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Airedale Terrier

The Airedale Terrier is the largest and toughest of the terrier family. Its coat is dense and wiry, with a softer undercoat, and comes in both tan and black and tan and grizzle. This breed was one of the first used for police duty and has also been popular among U.S. Presidents (e.g., Theodore Roosevelt, Calvin Coolidge, and Warren Harding).

Physical Characteristics

The long-legged Airedale Terrier has strong round bones that effectively combine power and agility. This enables the breed to hunt difficult game. The wiry, hard, and thick coat lies close and straight with the body, while a few hairs remain crinkled.

Personality and Temperament

This protective and lively companion is one of the most versatile terriers. The playful, adventurous, and bold Airedale is intelligent, and yet headstrong and stubborn at times. Though some dogs are dominating, most of them are responsive to the wishes of the owner and are reliable.

As long as the Airedale is provided with daily physical and mental exercise, it is a well-behaved house dog. It likes to be a leader and dislikes being challenged by other dogs. Smaller dogs and terriers, however, get along well.


Being an active breed, the Airedale Terrier requires vigorous exercise on a daily basis. Long walks, energetic games, and romping and hunting in safe areas, can meet the dog’s requirements. The wiry coat has to be combed three times a week, in addition to shaping and trimming once or twice a month. Clipping is useful in layering the color and texture of the coat. The ears of puppies need to be "glued" so that they are properly shaped when they become adults. The Airedale can live comfortably outside in cool climates, but should be allowed to sleep indoors.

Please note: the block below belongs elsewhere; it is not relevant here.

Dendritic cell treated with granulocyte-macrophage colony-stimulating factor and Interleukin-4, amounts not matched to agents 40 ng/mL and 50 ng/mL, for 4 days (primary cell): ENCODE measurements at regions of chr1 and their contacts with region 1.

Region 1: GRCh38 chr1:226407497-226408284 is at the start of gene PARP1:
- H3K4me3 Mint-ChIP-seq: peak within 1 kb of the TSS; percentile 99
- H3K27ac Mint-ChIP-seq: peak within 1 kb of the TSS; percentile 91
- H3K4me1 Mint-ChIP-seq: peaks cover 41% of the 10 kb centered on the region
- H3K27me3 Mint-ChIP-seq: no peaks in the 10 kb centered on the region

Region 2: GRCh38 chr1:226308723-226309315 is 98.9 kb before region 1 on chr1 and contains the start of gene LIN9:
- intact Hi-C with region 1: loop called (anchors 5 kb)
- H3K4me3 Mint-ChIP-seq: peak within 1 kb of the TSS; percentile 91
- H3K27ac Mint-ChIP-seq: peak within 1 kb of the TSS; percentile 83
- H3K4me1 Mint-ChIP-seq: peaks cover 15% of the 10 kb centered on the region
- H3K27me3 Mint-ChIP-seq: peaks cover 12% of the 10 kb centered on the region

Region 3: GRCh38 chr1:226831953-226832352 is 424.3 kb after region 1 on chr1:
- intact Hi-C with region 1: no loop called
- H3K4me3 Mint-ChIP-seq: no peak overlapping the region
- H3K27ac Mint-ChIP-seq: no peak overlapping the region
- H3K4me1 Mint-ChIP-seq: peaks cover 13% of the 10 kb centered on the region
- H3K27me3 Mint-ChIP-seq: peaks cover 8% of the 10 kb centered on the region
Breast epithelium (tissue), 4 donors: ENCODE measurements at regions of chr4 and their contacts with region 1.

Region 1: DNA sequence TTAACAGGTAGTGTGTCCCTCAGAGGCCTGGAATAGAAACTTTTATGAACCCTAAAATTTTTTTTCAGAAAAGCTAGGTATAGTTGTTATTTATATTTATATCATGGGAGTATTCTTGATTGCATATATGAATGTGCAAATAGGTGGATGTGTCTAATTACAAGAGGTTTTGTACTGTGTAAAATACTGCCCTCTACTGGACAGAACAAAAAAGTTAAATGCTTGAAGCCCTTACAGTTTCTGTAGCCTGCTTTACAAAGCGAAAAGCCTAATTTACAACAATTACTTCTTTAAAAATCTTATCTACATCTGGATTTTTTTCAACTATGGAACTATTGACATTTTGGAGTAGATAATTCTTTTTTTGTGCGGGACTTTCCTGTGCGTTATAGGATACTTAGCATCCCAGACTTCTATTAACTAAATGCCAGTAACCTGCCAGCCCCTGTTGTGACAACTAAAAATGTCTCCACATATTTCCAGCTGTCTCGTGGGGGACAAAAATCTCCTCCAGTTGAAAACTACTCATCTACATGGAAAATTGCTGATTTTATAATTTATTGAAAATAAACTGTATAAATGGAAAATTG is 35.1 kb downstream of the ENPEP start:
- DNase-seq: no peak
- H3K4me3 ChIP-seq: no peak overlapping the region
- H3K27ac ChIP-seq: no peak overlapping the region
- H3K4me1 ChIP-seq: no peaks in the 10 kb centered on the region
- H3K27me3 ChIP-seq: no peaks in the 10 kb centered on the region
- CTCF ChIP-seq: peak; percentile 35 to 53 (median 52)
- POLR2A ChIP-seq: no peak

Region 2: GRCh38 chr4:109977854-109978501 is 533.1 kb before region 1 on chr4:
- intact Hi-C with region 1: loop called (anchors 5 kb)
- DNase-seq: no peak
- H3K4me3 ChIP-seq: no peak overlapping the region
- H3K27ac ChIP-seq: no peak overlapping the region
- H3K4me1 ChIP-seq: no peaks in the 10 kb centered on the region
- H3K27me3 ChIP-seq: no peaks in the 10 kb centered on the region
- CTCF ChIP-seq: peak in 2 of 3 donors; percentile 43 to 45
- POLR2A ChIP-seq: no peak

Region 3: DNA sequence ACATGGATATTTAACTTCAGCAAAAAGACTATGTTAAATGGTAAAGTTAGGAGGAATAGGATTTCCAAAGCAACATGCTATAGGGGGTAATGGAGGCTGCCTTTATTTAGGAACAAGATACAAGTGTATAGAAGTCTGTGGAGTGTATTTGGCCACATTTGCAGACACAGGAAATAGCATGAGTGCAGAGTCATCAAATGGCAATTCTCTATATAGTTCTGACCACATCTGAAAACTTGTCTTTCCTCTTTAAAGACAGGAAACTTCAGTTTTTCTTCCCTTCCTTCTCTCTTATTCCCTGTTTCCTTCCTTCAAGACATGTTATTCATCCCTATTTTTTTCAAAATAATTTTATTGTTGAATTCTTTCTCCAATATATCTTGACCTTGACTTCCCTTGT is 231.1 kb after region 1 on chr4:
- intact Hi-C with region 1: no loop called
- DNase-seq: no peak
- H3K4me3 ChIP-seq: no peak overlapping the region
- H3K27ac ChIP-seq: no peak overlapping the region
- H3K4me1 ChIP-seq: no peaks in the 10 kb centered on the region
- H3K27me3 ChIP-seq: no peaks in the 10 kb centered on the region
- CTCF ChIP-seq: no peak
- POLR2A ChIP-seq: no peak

The Airedale Terrier, which has an average lifespan of 10 to 13 years, sometimes suffers from colonic disease. Other serious health issues this breed is prone to include canine hip dysplasia (CHD), gastric torsion, and hypothyroidism. To identify some of these issues, a veterinarian may run thyroid and hip exams on the dog.

History and Background

The Airedale or "King of Terriers" is the tallest of the terriers. Thought to have originated from the Black and Tan Terrier or English Terrier, the medium-sized Airedale was bred by hunters in Yorkshire to hunt small game such as fox and water rat. The dogs were also good at retrieving and finding birds.

In the mid-19th century, some terriers near South Yorkshire’s River Aire were interbred with Otterhounds to enhance their scenting ability and hunting skills around water. This attempt resulted in bred known as the Waterside Terrier or Bingley, which was an expert in otter hunting. It was, however, only in 1878 that the breed was accepted as the Airedale Terrier.

After becoming a show dog, it was crossed with Bull and Irish Terriers, to remove the traits of the Otterhound cross that was not very popular.